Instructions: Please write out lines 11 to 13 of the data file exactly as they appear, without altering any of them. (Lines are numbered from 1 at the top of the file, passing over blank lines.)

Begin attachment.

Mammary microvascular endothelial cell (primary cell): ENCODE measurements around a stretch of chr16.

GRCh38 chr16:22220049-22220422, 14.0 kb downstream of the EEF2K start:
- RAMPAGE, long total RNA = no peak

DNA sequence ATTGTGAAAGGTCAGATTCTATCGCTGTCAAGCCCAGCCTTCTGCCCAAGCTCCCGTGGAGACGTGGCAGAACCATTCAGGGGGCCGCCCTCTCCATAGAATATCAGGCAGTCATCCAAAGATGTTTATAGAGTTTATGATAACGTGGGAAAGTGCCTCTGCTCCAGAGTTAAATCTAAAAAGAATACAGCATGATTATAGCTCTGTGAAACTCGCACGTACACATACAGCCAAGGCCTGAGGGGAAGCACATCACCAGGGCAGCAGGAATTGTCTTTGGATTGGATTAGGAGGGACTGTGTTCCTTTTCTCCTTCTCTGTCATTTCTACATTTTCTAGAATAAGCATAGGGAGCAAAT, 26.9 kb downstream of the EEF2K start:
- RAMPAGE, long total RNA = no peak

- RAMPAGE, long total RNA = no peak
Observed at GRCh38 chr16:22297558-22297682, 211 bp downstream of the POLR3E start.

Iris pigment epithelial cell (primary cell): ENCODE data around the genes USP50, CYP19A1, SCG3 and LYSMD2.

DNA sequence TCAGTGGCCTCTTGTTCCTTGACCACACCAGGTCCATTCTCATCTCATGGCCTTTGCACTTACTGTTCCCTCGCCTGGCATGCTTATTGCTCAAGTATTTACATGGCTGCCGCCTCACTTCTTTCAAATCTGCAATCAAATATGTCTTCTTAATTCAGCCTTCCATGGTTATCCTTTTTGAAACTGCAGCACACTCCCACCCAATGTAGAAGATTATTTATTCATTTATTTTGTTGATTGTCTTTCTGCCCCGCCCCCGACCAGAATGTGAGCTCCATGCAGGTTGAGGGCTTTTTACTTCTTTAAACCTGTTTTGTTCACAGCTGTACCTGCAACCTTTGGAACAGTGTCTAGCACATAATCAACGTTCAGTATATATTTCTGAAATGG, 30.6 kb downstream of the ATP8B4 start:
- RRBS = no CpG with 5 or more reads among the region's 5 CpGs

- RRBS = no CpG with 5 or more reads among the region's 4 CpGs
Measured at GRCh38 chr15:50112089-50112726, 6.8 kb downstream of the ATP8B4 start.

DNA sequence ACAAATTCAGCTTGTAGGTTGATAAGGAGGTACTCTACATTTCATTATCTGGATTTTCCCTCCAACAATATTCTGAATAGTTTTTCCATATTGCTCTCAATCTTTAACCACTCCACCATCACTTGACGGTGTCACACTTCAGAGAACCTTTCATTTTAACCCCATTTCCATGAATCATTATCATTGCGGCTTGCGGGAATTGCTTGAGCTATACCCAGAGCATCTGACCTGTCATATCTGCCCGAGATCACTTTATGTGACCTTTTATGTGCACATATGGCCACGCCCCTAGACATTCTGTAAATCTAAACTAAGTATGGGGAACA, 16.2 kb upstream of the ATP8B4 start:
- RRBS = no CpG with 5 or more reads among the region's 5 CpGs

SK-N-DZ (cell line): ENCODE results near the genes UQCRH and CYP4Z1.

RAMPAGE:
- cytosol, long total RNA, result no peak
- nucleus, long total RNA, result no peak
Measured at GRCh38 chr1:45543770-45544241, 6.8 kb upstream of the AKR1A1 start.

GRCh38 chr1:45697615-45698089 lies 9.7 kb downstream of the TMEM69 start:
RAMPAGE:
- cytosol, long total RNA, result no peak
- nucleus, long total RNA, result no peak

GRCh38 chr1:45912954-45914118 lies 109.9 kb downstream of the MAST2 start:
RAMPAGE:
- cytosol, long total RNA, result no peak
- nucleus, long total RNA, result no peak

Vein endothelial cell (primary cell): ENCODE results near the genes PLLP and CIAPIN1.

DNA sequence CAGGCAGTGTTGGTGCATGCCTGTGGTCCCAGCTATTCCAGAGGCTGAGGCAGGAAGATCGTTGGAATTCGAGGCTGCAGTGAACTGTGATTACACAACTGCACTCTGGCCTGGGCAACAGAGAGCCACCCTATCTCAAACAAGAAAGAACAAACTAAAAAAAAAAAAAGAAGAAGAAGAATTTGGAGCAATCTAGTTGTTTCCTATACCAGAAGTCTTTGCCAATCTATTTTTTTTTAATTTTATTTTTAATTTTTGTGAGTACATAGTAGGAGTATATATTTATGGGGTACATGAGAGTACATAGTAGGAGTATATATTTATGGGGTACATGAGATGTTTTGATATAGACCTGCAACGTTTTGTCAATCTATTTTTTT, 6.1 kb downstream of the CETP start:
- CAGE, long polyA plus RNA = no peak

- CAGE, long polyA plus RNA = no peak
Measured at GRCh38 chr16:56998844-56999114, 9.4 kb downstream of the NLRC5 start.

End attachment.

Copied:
- RRBS = no CpG with 5 or more reads among the region's 4 CpGs
Measured at GRCh38 chr15:50112089-50112726, 6.8 kb downstream of the ATP8B4 start.

DNA sequence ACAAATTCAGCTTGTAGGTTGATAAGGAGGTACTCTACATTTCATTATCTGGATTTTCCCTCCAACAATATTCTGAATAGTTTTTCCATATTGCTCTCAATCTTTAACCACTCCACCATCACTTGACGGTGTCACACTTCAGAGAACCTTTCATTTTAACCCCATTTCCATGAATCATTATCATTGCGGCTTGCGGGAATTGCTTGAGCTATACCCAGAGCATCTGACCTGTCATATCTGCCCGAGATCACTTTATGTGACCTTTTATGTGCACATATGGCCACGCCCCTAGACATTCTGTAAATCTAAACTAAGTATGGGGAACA, 16.2 kb upstream of the ATP8B4 start: